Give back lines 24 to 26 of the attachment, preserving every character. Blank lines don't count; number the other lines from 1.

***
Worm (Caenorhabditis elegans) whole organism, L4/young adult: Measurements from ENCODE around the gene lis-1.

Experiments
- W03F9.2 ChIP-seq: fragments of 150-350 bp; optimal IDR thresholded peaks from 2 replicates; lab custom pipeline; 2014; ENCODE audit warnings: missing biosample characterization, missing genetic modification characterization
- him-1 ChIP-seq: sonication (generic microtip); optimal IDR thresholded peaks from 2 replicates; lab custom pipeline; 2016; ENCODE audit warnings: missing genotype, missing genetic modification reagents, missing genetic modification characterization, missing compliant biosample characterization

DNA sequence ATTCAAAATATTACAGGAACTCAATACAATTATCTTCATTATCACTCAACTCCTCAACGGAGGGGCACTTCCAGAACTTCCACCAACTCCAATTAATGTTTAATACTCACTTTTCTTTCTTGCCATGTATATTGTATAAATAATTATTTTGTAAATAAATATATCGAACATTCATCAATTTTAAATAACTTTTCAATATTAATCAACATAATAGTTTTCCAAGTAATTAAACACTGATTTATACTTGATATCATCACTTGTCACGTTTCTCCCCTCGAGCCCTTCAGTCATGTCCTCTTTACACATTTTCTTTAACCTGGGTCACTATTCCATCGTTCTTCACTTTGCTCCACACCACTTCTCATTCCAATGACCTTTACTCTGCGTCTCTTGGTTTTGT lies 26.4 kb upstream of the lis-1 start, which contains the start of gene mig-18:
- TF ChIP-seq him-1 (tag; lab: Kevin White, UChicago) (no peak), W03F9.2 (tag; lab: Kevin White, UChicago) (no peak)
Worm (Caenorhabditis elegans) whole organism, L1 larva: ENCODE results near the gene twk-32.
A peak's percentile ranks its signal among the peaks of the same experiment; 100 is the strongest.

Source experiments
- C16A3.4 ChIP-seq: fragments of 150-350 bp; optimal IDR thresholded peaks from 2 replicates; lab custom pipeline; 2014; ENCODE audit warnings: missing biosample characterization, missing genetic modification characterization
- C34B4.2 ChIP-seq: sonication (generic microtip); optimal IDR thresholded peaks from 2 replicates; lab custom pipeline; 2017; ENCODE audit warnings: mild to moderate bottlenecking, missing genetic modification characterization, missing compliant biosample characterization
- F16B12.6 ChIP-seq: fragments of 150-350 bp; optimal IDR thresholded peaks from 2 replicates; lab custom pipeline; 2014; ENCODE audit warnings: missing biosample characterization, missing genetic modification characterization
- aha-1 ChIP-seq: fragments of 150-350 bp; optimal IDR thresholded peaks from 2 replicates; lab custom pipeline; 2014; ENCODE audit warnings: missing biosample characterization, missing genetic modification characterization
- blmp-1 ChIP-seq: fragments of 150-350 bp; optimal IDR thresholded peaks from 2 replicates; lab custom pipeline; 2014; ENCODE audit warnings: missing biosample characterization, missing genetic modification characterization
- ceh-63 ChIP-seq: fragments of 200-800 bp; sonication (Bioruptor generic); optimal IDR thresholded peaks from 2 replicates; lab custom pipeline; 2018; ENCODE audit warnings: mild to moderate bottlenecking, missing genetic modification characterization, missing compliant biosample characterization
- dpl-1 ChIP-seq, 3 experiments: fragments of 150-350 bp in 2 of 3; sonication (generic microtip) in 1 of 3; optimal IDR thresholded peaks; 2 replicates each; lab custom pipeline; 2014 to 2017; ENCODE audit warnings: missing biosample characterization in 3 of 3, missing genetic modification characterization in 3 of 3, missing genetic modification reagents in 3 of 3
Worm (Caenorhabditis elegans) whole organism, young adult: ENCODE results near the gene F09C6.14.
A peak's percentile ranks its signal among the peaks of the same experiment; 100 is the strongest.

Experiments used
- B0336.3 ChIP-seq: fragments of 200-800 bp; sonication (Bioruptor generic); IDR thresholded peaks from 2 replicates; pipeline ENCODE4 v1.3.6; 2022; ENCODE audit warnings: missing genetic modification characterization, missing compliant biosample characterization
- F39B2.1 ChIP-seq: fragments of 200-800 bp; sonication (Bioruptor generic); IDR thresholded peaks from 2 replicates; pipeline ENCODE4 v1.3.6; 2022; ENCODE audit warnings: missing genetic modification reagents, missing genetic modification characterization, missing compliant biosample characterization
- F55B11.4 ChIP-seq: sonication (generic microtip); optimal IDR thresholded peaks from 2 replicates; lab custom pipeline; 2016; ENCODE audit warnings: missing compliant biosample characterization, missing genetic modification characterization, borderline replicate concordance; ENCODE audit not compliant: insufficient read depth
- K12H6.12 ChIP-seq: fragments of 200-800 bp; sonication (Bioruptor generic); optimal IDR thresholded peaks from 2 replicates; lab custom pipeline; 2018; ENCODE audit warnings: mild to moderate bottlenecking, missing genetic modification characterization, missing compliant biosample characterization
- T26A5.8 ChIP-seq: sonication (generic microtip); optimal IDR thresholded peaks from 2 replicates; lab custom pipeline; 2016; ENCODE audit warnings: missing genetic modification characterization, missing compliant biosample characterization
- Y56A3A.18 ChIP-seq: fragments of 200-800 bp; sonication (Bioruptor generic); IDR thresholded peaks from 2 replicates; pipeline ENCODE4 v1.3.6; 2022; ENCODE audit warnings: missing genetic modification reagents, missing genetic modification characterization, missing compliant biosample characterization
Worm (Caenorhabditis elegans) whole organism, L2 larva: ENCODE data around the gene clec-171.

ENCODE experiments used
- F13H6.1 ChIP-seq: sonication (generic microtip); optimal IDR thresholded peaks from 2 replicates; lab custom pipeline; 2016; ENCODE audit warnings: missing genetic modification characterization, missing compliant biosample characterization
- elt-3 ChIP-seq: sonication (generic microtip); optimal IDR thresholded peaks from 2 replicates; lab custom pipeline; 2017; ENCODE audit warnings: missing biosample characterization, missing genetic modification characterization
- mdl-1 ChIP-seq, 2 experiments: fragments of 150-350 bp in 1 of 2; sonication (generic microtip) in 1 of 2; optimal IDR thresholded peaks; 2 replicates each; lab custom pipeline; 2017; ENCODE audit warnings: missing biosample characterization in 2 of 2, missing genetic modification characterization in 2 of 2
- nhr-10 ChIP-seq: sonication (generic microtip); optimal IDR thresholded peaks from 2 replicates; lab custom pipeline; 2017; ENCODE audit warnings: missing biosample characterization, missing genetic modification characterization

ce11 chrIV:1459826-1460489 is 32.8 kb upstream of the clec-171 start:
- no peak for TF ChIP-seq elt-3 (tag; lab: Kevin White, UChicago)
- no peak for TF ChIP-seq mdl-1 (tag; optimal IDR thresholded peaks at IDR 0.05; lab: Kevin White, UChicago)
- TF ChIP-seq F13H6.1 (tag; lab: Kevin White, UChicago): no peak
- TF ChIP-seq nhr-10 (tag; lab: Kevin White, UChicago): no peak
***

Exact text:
- T26A5.8 ChIP-seq: sonication (generic microtip); optimal IDR thresholded peaks from 2 replicates; lab custom pipeline; 2016; ENCODE audit warnings: missing genetic modification characterization, missing compliant biosample characterization
- Y56A3A.18 ChIP-seq: fragments of 200-800 bp; sonication (Bioruptor generic); IDR thresholded peaks from 2 replicates; pipeline ENCODE4 v1.3.6; 2022; ENCODE audit warnings: missing genetic modification reagents, missing genetic modification characterization, missing compliant biosample characterization
Worm (Caenorhabditis elegans) whole organism, L2 larva: ENCODE data around the gene clec-171.